# Arithmetic Coding vs. Machine Numeric Precision

When subdividing intervals for arithmetic coding, the worst case scenario is that the final interval will have size `2^(1-n)`, where `n` is the number of unique symbols you are encoding. This will reach the limits of machine precision, when using regular datatypes, really quickly: For instance, I've made a JavaScript implementation and it breaks after encoding around just 15 characters!

As this is pretty limiting, how do codecs get around this?

• Encode [very] short blocks, within the machine's limits, and concatenate them together? That will add overhead.
• Use non-native types with arbitrary precision? This will be slow.
• Something else?...
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According to Wikipedia:

Rather than try to simulate infinite precision, most arithmetic coders instead operate at a fixed limit of precision which they know the decoder will be able to match, and round the calculated fractions to their nearest equivalents at that precision. [...]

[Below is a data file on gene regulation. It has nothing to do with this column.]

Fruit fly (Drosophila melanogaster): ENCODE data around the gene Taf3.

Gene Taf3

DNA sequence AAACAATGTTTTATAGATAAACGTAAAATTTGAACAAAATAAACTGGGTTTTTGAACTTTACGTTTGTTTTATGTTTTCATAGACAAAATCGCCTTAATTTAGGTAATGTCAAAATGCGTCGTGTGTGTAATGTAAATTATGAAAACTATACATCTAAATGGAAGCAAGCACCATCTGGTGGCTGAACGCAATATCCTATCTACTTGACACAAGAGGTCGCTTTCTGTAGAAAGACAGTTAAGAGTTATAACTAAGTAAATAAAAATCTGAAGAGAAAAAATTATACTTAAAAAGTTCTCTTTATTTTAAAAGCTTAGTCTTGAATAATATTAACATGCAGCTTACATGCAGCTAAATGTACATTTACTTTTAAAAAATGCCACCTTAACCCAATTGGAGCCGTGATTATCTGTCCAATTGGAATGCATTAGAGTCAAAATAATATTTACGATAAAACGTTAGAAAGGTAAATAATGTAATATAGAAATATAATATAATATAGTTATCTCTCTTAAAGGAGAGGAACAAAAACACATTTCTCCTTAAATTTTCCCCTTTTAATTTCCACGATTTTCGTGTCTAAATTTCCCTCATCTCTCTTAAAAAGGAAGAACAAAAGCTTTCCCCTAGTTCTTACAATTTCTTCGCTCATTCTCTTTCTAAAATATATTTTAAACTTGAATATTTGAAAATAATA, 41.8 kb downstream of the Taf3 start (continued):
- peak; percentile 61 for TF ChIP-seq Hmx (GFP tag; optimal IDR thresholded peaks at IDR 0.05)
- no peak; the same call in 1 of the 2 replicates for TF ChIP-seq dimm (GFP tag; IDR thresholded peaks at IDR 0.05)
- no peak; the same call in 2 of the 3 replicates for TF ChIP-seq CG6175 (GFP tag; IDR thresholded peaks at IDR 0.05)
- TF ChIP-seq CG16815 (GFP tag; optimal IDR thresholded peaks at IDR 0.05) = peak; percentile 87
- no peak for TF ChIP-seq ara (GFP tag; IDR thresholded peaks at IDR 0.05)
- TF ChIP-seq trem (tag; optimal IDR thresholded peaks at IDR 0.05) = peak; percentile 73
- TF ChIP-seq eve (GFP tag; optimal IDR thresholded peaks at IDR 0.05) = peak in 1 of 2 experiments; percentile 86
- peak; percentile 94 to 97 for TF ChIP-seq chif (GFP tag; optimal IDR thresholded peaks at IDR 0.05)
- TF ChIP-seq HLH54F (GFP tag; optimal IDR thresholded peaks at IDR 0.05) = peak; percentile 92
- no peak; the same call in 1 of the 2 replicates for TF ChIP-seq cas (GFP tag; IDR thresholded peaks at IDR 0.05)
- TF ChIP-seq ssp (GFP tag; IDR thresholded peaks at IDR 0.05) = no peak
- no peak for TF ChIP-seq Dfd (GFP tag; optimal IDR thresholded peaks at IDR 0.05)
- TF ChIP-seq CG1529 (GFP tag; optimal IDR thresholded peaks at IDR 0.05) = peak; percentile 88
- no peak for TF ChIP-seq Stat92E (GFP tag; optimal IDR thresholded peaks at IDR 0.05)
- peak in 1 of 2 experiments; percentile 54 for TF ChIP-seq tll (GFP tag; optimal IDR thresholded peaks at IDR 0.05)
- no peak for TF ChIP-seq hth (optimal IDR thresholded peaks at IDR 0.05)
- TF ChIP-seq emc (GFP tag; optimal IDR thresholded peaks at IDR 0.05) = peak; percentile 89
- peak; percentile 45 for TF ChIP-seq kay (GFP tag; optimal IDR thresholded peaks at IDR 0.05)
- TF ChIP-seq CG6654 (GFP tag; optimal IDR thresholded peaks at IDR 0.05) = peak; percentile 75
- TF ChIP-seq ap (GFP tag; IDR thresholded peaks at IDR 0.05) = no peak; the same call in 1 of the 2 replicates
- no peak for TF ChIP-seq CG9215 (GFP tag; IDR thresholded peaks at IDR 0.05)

A process called renormalization keeps the finite precision from becoming a limit on the total number of symbols that can be encoded. Whenever the range is reduced to the point where all values in the range share certain beginning digits, those digits are sent to the output. For however many digits of precision the computer can handle, it is now handling fewer than that, so the existing digits are shifted left, and at the right, new digits are added to expand the range as widely as possible.

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I don't immediately understand the renormalisation process -- I'll have to read up on that -- but so is what this is saying is that we have a buffer of compressed data, up to some precision, which (as per @Martin's answer) is streamed to the output whenever it reaches its precision limit? – Xophmeister Dec 21 '12 at 12:54

While the "arithmetic" part of the name "arithmetic coding" is useful because it explains how the system works, we shouldn't assume that the encoded "number" is ever actually used or useful as a number. In fact, in the general case, it's just a stream of bits.

So I don't think the size of numeric datatype that can be handled natively is really an issue. You encode by pushing bits onto the end of a stream which can be arbitrarily large, and you decode by reading that stream.

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